Glens Falls in 1920: ‘Pioneer physician’ and South Street developer dies
A “pioneer physician” who operated the first hospital in Glens Falls more than a century ago died on Sept. 15, 1920.
In addition to his work as a physician, Dr. Lemon Thomson was part of a real estate investment group that constructed the historic building at 45 South Street, at the corner of South and Elm, that is expected to be redeveloped soon under the city’s Downtown Revitalization Initiative.
Thomson, along with brothers Edward and Thomas Thomson and F.W. Morehouse, constructed the three-story brick and wood frame building in 1891 and ’92 as a mixed-use commercial and apartment complex, , according to an Architectural History Inventory Report Richard C. Youngken prepared for the city in 1980.
Most recently it housed the Hot Shots sports bar, and has been vacant for several years.
City officials expect it will be redeveloped as a mixed-use commercial and apartment complex.
Thomson operated his hospital there for several years before the opening in 1897 of Parks Hospital, now Glens Falls Hospital.
Thomson’s hospital also operated on Glen Street and several other downtown locations.
The Glens Falls Messenger reported on Dec. 5, 1890 that Thomson traveled to Germany to study the research of Robert Koch who that year discovered tuberculin, a treatment for tuberculosis.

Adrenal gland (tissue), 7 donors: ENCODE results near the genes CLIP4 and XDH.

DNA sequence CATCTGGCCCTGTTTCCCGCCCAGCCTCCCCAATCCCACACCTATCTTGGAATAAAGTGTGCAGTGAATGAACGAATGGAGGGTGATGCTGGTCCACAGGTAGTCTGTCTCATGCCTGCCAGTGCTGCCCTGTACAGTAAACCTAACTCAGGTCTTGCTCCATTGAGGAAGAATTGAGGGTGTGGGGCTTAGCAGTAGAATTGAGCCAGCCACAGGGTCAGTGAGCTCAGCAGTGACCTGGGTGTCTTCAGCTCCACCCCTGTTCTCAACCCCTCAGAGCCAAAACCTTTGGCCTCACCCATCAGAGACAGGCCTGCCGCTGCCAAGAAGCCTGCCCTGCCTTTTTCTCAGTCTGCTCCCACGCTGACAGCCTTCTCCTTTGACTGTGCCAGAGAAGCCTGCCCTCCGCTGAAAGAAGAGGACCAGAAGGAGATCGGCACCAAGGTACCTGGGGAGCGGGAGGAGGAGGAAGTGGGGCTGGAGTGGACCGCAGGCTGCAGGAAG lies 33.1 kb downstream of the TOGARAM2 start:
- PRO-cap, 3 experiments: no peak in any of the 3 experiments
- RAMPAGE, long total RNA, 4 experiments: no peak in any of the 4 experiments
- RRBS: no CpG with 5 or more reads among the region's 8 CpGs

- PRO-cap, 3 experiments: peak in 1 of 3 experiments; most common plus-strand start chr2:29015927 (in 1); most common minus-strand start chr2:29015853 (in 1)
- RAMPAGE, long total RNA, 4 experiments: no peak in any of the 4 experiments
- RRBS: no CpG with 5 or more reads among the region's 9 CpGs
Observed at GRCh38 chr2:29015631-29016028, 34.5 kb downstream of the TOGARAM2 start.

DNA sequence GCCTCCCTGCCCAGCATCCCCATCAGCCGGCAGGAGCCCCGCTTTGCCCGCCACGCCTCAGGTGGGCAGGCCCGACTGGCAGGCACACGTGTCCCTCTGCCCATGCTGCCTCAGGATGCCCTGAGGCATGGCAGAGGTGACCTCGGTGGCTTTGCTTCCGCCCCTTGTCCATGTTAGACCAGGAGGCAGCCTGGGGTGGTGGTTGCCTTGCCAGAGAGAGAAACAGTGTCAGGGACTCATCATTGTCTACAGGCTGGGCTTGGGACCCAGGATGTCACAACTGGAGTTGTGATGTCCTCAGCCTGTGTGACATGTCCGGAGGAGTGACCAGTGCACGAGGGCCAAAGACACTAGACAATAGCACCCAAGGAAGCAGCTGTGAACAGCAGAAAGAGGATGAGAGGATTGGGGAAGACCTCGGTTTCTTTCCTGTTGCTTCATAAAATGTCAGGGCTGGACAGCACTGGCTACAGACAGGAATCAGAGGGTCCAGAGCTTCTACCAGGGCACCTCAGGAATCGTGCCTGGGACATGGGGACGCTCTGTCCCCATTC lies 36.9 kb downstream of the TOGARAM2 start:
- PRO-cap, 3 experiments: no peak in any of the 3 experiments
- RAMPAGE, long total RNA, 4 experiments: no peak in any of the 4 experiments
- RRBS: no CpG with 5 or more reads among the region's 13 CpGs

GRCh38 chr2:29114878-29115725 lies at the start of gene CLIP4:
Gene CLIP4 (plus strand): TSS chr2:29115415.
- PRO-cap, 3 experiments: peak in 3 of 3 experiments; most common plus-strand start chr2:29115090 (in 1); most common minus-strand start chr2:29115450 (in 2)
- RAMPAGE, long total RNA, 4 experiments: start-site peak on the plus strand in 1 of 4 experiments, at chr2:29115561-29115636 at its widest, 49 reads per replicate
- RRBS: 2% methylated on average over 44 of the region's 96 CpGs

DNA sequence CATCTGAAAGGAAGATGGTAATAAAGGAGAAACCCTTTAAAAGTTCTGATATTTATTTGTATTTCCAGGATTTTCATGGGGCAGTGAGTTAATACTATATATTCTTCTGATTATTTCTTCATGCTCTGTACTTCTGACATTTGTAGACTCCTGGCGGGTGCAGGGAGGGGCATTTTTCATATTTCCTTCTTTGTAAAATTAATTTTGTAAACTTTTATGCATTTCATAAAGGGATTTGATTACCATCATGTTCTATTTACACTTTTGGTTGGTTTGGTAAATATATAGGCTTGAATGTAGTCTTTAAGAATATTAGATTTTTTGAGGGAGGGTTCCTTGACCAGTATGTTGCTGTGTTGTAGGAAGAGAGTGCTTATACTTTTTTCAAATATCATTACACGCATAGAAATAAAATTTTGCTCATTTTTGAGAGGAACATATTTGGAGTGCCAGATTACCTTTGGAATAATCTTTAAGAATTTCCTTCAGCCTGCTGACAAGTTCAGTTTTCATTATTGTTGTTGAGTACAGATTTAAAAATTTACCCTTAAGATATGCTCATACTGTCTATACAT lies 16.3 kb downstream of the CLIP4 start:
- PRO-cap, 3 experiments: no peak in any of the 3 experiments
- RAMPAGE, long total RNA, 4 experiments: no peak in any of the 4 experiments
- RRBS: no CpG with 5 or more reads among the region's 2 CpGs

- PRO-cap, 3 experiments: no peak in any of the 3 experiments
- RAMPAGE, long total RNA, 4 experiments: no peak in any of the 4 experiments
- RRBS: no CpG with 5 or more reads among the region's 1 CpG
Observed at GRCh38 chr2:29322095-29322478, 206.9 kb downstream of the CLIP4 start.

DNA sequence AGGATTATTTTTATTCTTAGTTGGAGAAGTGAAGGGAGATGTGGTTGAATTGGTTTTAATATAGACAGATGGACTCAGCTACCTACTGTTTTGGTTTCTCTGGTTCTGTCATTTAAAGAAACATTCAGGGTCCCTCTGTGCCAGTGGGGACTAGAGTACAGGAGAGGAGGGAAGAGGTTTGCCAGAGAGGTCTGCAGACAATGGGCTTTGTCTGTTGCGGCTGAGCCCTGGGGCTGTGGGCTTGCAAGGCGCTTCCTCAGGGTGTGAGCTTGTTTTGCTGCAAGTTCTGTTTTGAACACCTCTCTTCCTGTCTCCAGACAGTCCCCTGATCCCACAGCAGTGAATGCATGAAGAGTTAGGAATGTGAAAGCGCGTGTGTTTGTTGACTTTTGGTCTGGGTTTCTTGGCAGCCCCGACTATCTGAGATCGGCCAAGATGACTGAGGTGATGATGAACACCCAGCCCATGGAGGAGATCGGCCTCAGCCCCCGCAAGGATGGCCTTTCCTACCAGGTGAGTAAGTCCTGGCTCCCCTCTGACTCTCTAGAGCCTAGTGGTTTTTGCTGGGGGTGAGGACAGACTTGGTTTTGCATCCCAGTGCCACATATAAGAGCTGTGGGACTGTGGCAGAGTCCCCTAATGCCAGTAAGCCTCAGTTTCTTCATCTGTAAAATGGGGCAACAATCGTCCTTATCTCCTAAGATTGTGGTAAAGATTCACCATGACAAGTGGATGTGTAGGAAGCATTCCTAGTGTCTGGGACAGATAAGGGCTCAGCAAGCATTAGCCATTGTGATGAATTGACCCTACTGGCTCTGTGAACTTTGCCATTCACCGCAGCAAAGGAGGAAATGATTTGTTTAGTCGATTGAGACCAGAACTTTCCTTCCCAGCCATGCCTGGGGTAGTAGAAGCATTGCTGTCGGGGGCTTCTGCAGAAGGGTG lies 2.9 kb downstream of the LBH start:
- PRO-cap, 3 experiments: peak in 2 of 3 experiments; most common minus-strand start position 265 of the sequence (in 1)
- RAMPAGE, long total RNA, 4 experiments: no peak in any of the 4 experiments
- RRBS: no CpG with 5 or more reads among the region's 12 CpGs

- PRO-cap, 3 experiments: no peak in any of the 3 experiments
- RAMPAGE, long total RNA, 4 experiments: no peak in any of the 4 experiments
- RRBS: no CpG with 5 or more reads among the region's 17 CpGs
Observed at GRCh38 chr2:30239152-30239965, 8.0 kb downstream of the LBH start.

It eventually turned out not to be effective as a treatment, but proved to be a valuable diagnostic tool.
Thomson, age 63, died at 1 p.m. Sept. 15, 1920 sitting on the front porch of his summer home at West Mountain.
He had been in poor heath since winter, but that morning was feeling well and planned to drive to Glens Falls.
“He had conversed over the telephone with a friend shortly before his death and Tuesday (the previous day) went to the polls and voted (in the primary),” The Post-Star reported on Sept. 16, 1920.
Thomson grew up in Johnsburg.
He graduated Albany Medical College in 1882 and studied surgery in Vienna and Berlin before establishing his practice in Glens Falls,
According to Youngken, he treated treated laborers injured while working on construction of Spier Falls Dam on the Hudson River, among other sick and injured patients.
He served as Glens Falls health officer and as a member of the Glens Falls School Board, The Post-Star reported.
He was a life member of Glens Falls Masons lodge №121.